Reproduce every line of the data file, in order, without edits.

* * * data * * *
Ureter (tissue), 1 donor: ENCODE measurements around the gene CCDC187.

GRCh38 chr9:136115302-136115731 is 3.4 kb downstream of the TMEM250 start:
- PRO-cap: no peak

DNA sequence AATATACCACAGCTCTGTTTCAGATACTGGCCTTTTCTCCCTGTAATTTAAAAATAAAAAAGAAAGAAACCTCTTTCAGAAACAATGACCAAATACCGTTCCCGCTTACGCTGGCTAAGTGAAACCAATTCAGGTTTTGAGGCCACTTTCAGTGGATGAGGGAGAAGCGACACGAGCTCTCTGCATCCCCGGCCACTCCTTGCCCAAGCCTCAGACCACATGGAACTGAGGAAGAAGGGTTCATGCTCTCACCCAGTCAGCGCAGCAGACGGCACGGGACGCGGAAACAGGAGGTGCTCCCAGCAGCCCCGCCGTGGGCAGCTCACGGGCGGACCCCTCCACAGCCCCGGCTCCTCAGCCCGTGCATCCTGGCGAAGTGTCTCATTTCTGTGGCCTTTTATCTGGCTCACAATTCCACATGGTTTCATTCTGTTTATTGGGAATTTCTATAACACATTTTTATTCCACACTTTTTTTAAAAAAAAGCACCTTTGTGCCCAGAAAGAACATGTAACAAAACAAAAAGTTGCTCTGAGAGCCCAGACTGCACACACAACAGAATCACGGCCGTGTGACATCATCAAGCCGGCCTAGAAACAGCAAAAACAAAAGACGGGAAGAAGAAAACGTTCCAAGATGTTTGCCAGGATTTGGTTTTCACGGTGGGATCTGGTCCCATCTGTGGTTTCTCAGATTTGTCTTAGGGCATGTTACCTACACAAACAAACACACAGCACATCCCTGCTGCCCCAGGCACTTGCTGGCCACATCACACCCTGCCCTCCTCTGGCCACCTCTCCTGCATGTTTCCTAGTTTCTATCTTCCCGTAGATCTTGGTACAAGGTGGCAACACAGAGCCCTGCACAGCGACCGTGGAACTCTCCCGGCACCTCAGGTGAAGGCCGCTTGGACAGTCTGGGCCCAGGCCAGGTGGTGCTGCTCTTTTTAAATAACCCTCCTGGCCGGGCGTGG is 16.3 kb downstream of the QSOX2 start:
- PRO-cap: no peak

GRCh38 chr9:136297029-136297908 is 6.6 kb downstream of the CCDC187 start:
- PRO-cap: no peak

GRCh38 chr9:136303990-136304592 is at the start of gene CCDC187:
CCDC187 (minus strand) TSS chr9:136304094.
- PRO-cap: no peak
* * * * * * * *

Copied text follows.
Ureter (tissue), 1 donor: ENCODE measurements around the gene CCDC187.

GRCh38 chr9:136115302-136115731 is 3.4 kb downstream of the TMEM250 start:
- PRO-cap: no peak

DNA sequence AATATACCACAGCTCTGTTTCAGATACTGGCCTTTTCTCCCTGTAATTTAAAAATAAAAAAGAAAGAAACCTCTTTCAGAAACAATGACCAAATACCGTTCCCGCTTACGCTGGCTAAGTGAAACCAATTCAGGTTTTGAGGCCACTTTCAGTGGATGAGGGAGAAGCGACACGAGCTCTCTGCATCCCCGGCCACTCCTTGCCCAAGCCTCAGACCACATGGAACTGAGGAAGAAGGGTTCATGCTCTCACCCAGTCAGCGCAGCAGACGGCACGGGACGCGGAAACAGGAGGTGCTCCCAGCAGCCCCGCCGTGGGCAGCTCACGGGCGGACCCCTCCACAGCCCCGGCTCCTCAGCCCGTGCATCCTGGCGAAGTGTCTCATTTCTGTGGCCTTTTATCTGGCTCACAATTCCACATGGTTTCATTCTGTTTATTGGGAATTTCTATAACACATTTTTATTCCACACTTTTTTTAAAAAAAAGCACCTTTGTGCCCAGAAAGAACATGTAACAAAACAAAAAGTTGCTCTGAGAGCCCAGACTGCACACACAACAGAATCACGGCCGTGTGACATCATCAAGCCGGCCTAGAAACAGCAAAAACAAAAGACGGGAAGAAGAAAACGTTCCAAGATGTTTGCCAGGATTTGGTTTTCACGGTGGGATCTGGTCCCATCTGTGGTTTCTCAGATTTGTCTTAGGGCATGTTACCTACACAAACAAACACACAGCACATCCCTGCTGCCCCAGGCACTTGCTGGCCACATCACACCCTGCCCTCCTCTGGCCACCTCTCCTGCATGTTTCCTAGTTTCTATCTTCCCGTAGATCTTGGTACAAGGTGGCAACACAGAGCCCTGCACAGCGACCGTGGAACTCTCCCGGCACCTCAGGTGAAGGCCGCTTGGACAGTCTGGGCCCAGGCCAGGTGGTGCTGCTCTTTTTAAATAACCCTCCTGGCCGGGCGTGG is 16.3 kb downstream of the QSOX2 start:
- PRO-cap: no peak

GRCh38 chr9:136297029-136297908 is 6.6 kb downstream of the CCDC187 start:
- PRO-cap: no peak

GRCh38 chr9:136303990-136304592 is at the start of gene CCDC187:
CCDC187 (minus strand) TSS chr9:136304094.
- PRO-cap: no peak